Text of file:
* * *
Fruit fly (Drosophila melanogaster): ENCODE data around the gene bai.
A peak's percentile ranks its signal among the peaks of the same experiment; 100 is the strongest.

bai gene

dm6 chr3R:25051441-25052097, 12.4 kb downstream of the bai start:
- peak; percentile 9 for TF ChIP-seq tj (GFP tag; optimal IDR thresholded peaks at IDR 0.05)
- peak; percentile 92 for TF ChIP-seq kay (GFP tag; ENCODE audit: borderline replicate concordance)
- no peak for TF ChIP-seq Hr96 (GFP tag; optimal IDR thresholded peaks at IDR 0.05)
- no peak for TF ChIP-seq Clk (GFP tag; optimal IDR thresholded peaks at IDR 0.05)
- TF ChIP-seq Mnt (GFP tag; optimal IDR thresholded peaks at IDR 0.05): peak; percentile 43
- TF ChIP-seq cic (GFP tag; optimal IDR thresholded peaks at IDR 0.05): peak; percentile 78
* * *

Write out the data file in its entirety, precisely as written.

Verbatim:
Fruit fly (Drosophila melanogaster): ENCODE data around the gene bai.
A peak's percentile ranks its signal among the peaks of the same experiment; 100 is the strongest.

bai gene

dm6 chr3R:25051441-25052097, 12.4 kb downstream of the bai start:
- peak; percentile 9 for TF ChIP-seq tj (GFP tag; optimal IDR thresholded peaks at IDR 0.05)
- peak; percentile 92 for TF ChIP-seq kay (GFP tag; ENCODE audit: borderline replicate concordance)
- no peak for TF ChIP-seq Hr96 (GFP tag; optimal IDR thresholded peaks at IDR 0.05)
- no peak for TF ChIP-seq Clk (GFP tag; optimal IDR thresholded peaks at IDR 0.05)
- TF ChIP-seq Mnt (GFP tag; optimal IDR thresholded peaks at IDR 0.05): peak; percentile 43
- TF ChIP-seq cic (GFP tag; optimal IDR thresholded peaks at IDR 0.05): peak; percentile 78